Osteoporosis is a disease of bones that decreases bone mass and strength, making them more fragile and susceptible to fracture. Osteoporotic fractures of the spine and hip are linked to an increased risk of death within the first year after fracture. Other effects of osteoporotic fractures can include chronic pain, depression, loss of freedom and long-term disability.
Below are some additional facts about osteoporosis.
· The risk of major osteoporotic fracture in
is among the highest in the world. The
cost to the Canadian health care system of treating osteoporotic fractures is
currently estimated to be $1.9 billion annually. Canada
· Osteoporotic fractures are more common than heart attack, stroke and cancer combined. Each year over 125,000 Canadian women suffer osteoporotic fractures affecting the spine, hip, wrist, shoulder, pelvis, and other regions in the body. The diagnosis of a single fracture increases the risk of subsequent fractures.
· Some of the risk factors for osteoporosis include: advancing age, female gender, family history, caucasian race, early menopause, use of certain medications, tobacco and excessive alcohol use, insufficient physical activity, and dietary calcium and/or vitamin D deficiency. Although considered a female health issue, osteoporosis is also becoming a major health concern among males.
· Bone mineral density testing (BMD) can help identify those at risk for osteoporotic fracture and in need of health care management.
· Increasing dietary calcium and vitamin D can help reduce bone loss. Other key nutrients, which have been identified as being crucial for healthy and strong bones, include the correct balances of vitamins C, E, and K, and micronutrients magnesium, boron, potassium, and folic acid.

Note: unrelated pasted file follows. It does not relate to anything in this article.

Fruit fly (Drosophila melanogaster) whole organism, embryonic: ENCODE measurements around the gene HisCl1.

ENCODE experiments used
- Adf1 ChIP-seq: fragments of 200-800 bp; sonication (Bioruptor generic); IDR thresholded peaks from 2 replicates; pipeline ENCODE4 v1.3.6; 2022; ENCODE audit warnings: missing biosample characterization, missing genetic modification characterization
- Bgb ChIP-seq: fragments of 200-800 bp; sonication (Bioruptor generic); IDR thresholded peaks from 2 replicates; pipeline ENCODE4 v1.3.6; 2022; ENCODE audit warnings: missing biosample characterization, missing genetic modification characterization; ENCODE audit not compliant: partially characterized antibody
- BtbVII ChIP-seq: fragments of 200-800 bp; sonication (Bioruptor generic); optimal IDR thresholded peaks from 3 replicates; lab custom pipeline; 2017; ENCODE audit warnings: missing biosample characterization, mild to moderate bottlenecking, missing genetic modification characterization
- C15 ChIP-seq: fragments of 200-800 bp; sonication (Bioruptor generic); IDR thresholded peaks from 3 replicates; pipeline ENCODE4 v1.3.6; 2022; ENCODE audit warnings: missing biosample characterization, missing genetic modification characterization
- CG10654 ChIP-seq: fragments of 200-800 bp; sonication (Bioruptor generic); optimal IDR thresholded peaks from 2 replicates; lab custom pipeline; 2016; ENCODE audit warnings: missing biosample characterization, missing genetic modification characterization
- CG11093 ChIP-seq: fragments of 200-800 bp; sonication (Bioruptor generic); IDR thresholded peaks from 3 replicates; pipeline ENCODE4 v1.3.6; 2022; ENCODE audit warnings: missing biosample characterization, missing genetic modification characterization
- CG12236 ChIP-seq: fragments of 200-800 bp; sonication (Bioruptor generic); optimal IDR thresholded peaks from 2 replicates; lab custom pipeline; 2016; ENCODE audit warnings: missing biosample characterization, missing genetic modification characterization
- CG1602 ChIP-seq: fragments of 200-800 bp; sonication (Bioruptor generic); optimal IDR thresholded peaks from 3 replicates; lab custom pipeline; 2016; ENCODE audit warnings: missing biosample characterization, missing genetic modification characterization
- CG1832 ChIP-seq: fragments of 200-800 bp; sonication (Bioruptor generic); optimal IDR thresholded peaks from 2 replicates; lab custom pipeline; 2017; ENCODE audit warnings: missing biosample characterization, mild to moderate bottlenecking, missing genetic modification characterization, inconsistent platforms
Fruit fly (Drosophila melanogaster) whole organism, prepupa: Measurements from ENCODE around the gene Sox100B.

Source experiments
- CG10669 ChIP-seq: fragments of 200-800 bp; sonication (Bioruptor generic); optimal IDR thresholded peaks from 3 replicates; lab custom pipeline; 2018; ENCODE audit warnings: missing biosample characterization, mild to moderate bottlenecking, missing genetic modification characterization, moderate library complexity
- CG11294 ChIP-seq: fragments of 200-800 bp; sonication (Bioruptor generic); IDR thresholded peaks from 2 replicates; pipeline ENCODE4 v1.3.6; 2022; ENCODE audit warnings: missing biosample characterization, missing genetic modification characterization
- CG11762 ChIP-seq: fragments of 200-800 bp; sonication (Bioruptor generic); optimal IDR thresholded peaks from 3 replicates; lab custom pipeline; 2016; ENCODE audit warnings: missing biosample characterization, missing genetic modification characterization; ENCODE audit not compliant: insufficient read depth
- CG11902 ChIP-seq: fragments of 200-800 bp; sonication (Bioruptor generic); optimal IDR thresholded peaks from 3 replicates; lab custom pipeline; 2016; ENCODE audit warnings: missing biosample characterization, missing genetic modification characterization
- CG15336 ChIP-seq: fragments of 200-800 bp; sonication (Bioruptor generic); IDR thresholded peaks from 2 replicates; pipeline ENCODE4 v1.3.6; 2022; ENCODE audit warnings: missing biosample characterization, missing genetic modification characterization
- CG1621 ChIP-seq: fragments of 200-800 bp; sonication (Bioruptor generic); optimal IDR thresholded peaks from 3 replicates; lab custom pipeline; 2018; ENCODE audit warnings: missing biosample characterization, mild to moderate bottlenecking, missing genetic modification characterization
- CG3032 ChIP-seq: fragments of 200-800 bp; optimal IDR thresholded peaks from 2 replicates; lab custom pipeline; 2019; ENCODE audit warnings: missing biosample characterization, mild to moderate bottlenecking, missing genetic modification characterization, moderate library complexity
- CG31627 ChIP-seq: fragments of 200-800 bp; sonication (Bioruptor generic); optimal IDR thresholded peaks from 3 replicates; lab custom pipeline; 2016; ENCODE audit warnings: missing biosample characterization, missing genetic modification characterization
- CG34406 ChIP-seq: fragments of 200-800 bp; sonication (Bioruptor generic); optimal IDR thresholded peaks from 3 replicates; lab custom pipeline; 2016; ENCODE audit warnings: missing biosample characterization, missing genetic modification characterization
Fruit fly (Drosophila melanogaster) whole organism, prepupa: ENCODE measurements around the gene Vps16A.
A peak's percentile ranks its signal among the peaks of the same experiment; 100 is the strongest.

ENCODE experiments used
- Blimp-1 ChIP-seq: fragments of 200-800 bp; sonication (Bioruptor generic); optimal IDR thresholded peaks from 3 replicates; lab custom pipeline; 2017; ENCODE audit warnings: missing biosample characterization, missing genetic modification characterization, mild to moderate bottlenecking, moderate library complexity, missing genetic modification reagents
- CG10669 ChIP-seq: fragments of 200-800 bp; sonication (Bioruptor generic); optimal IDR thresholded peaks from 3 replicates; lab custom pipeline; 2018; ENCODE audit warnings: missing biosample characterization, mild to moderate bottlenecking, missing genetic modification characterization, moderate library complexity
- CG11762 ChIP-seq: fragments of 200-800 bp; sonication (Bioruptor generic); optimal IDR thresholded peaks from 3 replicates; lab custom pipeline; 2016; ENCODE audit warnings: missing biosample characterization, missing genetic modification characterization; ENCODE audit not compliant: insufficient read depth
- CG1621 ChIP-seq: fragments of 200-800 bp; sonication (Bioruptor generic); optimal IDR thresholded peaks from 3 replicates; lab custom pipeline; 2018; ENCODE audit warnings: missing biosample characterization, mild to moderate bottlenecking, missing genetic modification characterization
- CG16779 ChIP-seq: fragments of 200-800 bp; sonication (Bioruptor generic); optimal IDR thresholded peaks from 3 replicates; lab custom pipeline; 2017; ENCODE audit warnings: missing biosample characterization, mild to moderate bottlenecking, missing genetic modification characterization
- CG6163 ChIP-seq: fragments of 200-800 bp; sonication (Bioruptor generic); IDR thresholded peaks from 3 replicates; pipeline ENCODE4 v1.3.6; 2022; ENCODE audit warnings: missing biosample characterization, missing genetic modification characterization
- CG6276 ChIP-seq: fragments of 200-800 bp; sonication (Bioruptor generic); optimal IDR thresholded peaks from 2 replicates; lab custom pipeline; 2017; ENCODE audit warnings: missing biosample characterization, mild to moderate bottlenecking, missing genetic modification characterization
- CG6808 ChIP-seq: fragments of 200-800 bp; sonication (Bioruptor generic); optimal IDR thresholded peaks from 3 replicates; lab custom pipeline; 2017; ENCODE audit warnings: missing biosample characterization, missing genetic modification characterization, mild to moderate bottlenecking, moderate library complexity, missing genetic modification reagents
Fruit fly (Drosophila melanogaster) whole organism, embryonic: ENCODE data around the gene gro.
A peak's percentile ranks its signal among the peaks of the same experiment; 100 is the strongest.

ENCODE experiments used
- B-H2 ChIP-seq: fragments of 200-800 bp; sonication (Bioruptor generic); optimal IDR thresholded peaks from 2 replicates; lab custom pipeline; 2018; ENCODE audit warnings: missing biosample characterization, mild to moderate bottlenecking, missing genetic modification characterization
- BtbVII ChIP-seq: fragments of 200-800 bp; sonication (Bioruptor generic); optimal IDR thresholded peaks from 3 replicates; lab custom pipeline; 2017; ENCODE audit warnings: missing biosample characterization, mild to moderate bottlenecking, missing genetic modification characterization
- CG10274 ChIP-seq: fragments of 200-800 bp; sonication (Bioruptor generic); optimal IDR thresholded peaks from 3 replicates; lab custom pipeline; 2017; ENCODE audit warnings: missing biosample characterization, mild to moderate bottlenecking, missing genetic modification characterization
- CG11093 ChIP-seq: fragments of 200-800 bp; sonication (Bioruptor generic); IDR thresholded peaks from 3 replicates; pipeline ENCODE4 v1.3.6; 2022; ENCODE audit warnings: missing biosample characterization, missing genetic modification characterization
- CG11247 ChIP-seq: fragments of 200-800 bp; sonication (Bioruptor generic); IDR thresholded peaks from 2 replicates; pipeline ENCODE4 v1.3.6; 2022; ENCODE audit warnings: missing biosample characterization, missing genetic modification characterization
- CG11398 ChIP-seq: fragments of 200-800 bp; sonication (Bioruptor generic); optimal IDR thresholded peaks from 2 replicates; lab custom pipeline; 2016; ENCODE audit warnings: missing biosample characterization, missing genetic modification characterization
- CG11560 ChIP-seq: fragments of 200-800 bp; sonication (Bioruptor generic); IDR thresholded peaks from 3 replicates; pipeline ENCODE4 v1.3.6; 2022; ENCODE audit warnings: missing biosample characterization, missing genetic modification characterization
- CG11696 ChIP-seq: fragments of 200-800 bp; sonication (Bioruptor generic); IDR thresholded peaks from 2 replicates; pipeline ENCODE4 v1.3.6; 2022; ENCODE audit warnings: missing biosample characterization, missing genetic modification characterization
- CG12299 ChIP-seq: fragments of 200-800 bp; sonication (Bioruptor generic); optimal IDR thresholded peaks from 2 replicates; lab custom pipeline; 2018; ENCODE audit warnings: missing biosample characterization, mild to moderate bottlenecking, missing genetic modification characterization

· Precautions can be taken by osteoporotic individuals to minimize the risk of slip and fall injuries inside and outside the home. Regular exercise can also improve an individual's strength, balance, and coordination and help with preventing falls and the risk of fracture.
· Resistance (weight-bearing) exercise is best for directly reducing the rate of bone loss. Non-weight-bearing exercises such as swimming, cycling, and walking must be combined with resistance exercise to be of benefit in slowing bone loss. Examples of resistance exercise include the use of ones own body weight for performing movement (i.e. squats, push-ups), weight machines in a fitness facility, dumbbells, and resistance tubing. Resistance loads need to be greater than those experienced during normal daily activities. The effects of resistance exercise are site specific, meaning that only bones that are loaded through resistance will benefit from the activity. To maintain the positive effects of exercise on bone, the program must continue throughout life.
Although certain risk factors cannot be controlled in combating bone loss, there are natural lifestyle choices an individual can make in preventing the onset of osteoporosis and the risk of fracture. For more information on lifestyle, dietary and exercise management strategies concerning osteoporosis visit www.nhwc.ca.
This article is a basic summary for educational purposes only. It is not intended, and should not be considered, as a replacement for consultation, diagnosis or treatment by a duly licensed health practitioner.